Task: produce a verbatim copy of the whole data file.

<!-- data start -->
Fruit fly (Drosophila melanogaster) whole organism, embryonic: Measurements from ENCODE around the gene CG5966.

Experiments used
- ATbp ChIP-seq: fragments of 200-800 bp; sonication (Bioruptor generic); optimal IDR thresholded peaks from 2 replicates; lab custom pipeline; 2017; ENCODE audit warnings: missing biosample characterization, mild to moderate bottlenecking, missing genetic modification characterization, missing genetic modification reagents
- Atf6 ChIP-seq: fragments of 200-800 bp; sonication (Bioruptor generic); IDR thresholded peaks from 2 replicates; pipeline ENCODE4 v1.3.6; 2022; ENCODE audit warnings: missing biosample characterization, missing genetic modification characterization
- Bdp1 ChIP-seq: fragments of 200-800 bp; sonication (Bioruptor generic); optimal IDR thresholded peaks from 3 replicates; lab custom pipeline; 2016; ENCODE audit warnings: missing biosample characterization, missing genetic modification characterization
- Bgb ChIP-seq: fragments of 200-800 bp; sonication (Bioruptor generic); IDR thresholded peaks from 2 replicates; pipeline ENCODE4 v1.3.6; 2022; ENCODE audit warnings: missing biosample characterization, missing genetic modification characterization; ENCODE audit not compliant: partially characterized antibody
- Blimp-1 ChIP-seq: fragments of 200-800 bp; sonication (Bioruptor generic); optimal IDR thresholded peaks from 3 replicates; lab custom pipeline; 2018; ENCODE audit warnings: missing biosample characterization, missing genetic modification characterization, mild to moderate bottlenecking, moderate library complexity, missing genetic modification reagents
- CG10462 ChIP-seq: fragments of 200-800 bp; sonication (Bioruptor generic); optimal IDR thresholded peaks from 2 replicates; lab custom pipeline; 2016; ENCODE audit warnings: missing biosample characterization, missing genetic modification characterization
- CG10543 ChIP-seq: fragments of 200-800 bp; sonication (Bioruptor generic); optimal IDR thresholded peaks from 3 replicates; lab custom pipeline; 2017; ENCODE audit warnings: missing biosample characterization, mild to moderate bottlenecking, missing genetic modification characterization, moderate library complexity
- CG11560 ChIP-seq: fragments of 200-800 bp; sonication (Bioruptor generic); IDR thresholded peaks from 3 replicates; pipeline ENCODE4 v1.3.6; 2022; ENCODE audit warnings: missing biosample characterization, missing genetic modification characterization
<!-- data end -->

Fruit fly (Drosophila melanogaster) whole organism, embryonic: Measurements from ENCODE around the gene CG5966.

Experiments used
- ATbp ChIP-seq: fragments of 200-800 bp; sonication (Bioruptor generic); optimal IDR thresholded peaks from 2 replicates; lab custom pipeline; 2017; ENCODE audit warnings: missing biosample characterization, mild to moderate bottlenecking, missing genetic modification characterization, missing genetic modification reagents
- Atf6 ChIP-seq: fragments of 200-800 bp; sonication (Bioruptor generic); IDR thresholded peaks from 2 replicates; pipeline ENCODE4 v1.3.6; 2022; ENCODE audit warnings: missing biosample characterization, missing genetic modification characterization
- Bdp1 ChIP-seq: fragments of 200-800 bp; sonication (Bioruptor generic); optimal IDR thresholded peaks from 3 replicates; lab custom pipeline; 2016; ENCODE audit warnings: missing biosample characterization, missing genetic modification characterization
- Bgb ChIP-seq: fragments of 200-800 bp; sonication (Bioruptor generic); IDR thresholded peaks from 2 replicates; pipeline ENCODE4 v1.3.6; 2022; ENCODE audit warnings: missing biosample characterization, missing genetic modification characterization; ENCODE audit not compliant: partially characterized antibody
- Blimp-1 ChIP-seq: fragments of 200-800 bp; sonication (Bioruptor generic); optimal IDR thresholded peaks from 3 replicates; lab custom pipeline; 2018; ENCODE audit warnings: missing biosample characterization, missing genetic modification characterization, mild to moderate bottlenecking, moderate library complexity, missing genetic modification reagents
- CG10462 ChIP-seq: fragments of 200-800 bp; sonication (Bioruptor generic); optimal IDR thresholded peaks from 2 replicates; lab custom pipeline; 2016; ENCODE audit warnings: missing biosample characterization, missing genetic modification characterization
- CG10543 ChIP-seq: fragments of 200-800 bp; sonication (Bioruptor generic); optimal IDR thresholded peaks from 3 replicates; lab custom pipeline; 2017; ENCODE audit warnings: missing biosample characterization, mild to moderate bottlenecking, missing genetic modification characterization, moderate library complexity
- CG11560 ChIP-seq: fragments of 200-800 bp; sonication (Bioruptor generic); IDR thresholded peaks from 3 replicates; pipeline ENCODE4 v1.3.6; 2022; ENCODE audit warnings: missing biosample characterization, missing genetic modification characterization